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The all-inclusive, ever-changing, and uncomfortably flexible guide to all things music in the 2010's.

Sunday, December 4, 2011

Greatest Albums of 2011: #33: The Weeknd - House of Balloons

2011 was a great year for misogyny. Rappers like Drake and DJ Quik received critical acclaim despite glorifying egregious double standards, Lady Gaga set feminism back a decade, Odd Future existed, and women screamed lines like “All these girls try to tell me she got no love / But all these girls never ever got a blowjob” at the top of their lungs back at Abel Tesfaye at a rare Weeknd show earlier this year. Despite being widely chauvinistic and, at times, even graphic, House of Balloons, The Weeknd’s debut mixtape, became a sleeper hit among normal people and sexually frustrated basement dwellers alike. When publications like Pitchfork and Rolling Stone started singing its graces, I almost felt disgusted for them.

But, despite its truly gruesome intentions, House of Balloons is a success. Tesfaye’s voice is positively orgasmic all over this thing, but what really makes the record stand out is its production by Canadian producers Don McKinney, Zodiac and Illangelo, specifically its creative use of samples, a fact supported by the mixtape’s mediocre follow-up, Thursday. Hearing Beach House singer Victoria Legrand’s pitch-shifted voice scold Tesfaye’s melancholy is a worthy counterbalance to the record’s aural grime. And turning Sioux Sioux and the Banshees’ “Happy House” into a New Jack anthem was a stroke of pure genius, a massive height from which Tesfaye could jump off right into the dirge of “Glass Table Girls.”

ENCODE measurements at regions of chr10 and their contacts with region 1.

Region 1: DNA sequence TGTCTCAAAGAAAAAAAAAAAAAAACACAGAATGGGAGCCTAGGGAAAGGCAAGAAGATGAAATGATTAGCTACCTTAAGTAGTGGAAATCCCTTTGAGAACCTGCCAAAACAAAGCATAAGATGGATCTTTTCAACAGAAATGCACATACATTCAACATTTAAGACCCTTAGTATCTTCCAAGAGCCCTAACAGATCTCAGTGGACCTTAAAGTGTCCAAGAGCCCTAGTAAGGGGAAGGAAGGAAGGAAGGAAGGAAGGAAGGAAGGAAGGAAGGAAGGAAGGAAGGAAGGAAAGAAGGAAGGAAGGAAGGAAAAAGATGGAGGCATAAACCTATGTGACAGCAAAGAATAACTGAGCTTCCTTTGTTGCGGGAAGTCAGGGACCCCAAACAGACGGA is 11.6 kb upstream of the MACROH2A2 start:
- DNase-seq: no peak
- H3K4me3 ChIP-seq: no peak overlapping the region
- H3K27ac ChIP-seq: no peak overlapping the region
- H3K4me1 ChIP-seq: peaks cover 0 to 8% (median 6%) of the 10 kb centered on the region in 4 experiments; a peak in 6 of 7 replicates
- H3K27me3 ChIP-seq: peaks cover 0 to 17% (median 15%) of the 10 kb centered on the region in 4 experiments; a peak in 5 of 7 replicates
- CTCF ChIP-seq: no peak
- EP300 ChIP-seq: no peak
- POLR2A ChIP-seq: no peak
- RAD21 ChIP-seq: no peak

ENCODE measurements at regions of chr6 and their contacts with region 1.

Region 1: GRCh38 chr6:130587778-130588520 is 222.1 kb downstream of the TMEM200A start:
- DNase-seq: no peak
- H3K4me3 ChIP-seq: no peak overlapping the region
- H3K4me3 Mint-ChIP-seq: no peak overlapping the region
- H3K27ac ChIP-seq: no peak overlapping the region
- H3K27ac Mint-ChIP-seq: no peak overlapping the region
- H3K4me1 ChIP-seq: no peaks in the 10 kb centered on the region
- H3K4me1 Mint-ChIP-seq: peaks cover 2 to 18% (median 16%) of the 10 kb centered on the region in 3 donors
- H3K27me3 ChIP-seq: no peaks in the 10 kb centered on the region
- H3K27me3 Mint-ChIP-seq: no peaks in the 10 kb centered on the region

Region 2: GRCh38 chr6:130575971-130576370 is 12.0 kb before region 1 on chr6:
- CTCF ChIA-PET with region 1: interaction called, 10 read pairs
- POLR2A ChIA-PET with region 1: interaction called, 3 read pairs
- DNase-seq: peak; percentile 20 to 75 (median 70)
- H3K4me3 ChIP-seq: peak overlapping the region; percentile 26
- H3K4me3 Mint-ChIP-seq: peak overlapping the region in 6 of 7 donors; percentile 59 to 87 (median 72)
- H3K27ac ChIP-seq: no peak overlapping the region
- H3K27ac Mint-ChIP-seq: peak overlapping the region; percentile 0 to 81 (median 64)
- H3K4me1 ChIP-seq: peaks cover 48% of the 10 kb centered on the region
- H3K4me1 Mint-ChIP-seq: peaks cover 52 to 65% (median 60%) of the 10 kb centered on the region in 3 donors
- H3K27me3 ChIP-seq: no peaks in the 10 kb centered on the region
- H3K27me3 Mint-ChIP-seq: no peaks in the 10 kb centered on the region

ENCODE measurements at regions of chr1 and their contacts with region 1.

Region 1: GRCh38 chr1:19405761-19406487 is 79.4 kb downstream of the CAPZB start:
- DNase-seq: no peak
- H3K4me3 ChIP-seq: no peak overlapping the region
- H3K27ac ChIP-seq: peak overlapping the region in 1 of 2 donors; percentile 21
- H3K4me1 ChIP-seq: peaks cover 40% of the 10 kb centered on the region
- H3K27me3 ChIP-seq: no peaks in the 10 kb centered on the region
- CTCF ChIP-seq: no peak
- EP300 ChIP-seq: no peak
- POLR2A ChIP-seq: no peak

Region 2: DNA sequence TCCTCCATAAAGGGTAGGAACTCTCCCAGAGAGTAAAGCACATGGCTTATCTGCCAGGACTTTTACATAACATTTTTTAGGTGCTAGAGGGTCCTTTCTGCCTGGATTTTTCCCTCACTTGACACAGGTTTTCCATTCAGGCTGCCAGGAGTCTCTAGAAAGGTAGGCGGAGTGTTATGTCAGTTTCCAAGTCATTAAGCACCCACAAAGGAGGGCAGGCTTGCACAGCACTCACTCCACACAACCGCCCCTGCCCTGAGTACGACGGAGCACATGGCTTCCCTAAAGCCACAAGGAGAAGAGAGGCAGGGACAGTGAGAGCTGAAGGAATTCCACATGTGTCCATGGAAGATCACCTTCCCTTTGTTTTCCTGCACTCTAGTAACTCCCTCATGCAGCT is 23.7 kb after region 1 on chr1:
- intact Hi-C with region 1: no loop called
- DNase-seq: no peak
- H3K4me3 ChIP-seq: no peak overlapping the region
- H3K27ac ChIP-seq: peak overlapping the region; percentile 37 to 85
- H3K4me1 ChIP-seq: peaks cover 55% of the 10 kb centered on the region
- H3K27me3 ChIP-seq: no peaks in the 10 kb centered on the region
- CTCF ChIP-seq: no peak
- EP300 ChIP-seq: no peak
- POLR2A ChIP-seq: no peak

What is also important is that House of Balloons has an intense emotional core, fueled by god knows what and, for that matter, god knows who would want to know. That’s why, even though The Weeknd is rumored to release another mixtape before year’s end, I don’t think Tesfaye will ever top House of Balloons. Much like we can’t hear Eminem rap about being poor after he’s made millions doing so on his first record, I cannot take Tesfaye’s infernal gripes seriously for another album. House of Balloons’s carnal seduction is something that can only be made once before The Weeknd changes up their act. The ground covered on it is so disgusting and intrepid that it cannot and should not be tampered with ever again.


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